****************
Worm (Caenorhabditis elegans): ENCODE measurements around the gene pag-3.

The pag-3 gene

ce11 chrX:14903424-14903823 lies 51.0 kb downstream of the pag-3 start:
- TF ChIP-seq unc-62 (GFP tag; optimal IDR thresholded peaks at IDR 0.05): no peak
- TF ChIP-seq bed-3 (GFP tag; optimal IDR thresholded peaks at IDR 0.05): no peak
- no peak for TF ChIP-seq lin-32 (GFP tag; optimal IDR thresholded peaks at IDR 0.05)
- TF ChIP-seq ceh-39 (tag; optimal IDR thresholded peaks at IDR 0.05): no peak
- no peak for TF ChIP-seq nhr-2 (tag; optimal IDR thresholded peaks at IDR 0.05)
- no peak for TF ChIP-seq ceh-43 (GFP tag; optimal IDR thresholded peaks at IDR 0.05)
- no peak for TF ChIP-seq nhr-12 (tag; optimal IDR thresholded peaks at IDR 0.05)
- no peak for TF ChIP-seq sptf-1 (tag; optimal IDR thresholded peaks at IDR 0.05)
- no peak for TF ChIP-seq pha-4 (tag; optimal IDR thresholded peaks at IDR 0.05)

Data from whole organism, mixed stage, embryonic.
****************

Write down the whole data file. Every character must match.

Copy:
Worm (Caenorhabditis elegans): ENCODE measurements around the gene pag-3.

The pag-3 gene

ce11 chrX:14903424-14903823 lies 51.0 kb downstream of the pag-3 start:
- TF ChIP-seq unc-62 (GFP tag; optimal IDR thresholded peaks at IDR 0.05): no peak
- TF ChIP-seq bed-3 (GFP tag; optimal IDR thresholded peaks at IDR 0.05): no peak
- no peak for TF ChIP-seq lin-32 (GFP tag; optimal IDR thresholded peaks at IDR 0.05)
- TF ChIP-seq ceh-39 (tag; optimal IDR thresholded peaks at IDR 0.05): no peak
- no peak for TF ChIP-seq nhr-2 (tag; optimal IDR thresholded peaks at IDR 0.05)
- no peak for TF ChIP-seq ceh-43 (GFP tag; optimal IDR thresholded peaks at IDR 0.05)
- no peak for TF ChIP-seq nhr-12 (tag; optimal IDR thresholded peaks at IDR 0.05)
- no peak for TF ChIP-seq sptf-1 (tag; optimal IDR thresholded peaks at IDR 0.05)
- no peak for TF ChIP-seq pha-4 (tag; optimal IDR thresholded peaks at IDR 0.05)

Data from whole organism, mixed stage, embryonic.